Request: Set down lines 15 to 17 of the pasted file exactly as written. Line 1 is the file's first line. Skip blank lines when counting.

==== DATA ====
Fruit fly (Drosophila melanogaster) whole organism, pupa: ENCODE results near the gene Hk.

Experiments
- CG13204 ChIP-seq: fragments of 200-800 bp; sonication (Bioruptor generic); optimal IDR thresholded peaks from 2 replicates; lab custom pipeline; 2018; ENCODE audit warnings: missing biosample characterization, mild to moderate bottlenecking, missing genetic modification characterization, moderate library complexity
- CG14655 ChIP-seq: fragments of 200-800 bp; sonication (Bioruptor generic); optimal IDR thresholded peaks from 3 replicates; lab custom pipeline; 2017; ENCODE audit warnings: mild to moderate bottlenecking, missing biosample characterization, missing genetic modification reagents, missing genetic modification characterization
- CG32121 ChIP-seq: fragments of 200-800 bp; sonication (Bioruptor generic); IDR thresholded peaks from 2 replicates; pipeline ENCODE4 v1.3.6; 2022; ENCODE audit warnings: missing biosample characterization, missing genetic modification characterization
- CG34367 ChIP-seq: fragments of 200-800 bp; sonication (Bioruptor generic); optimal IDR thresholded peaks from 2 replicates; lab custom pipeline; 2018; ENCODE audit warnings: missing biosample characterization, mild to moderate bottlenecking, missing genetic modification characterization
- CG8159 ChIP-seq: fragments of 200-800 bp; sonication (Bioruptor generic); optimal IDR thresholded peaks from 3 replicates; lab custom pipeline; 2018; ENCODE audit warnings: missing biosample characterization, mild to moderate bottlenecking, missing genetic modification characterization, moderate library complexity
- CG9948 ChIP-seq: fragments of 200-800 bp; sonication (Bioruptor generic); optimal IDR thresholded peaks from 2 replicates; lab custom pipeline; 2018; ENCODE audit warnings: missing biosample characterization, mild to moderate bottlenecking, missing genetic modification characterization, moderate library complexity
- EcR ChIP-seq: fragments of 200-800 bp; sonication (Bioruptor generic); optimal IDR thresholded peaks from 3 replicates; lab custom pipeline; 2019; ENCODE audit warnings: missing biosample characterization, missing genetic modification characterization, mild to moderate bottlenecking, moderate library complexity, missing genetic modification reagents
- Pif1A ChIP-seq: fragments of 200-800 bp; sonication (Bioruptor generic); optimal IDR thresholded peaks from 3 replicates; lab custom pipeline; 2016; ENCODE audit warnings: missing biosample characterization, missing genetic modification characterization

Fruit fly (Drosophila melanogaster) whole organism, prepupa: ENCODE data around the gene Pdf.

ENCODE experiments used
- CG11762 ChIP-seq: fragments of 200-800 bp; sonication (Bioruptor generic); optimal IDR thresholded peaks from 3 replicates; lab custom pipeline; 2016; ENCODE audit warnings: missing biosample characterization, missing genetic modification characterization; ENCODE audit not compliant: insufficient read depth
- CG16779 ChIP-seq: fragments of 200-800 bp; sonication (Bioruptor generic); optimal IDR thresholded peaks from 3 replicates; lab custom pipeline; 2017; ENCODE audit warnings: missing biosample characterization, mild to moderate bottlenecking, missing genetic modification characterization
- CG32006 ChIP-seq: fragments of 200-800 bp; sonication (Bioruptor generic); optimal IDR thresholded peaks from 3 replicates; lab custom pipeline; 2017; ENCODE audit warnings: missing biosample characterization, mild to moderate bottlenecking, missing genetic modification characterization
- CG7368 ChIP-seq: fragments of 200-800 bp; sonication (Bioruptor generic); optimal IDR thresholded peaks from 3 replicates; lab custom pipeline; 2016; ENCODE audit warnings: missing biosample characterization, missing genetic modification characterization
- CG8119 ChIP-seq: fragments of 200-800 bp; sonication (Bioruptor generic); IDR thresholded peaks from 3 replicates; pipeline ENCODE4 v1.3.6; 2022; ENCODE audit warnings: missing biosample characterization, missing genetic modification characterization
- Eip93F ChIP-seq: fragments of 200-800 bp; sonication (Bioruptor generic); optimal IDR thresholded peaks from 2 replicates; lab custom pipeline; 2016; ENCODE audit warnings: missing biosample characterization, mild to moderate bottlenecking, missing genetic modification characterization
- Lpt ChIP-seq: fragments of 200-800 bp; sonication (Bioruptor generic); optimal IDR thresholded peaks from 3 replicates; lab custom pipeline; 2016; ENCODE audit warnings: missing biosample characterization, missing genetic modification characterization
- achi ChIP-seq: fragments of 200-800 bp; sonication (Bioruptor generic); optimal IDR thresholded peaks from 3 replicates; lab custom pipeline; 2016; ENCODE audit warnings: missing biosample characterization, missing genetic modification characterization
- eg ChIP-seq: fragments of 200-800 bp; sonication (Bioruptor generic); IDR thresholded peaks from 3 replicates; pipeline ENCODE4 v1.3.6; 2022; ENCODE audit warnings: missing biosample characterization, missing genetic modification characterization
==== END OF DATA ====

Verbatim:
- CG32006 ChIP-seq: fragments of 200-800 bp; sonication (Bioruptor generic); optimal IDR thresholded peaks from 3 replicates; lab custom pipeline; 2017; ENCODE audit warnings: missing biosample characterization, mild to moderate bottlenecking, missing genetic modification characterization
- CG7368 ChIP-seq: fragments of 200-800 bp; sonication (Bioruptor generic); optimal IDR thresholded peaks from 3 replicates; lab custom pipeline; 2016; ENCODE audit warnings: missing biosample characterization, missing genetic modification characterization
- CG8119 ChIP-seq: fragments of 200-800 bp; sonication (Bioruptor generic); IDR thresholded peaks from 3 replicates; pipeline ENCODE4 v1.3.6; 2022; ENCODE audit warnings: missing biosample characterization, missing genetic modification characterization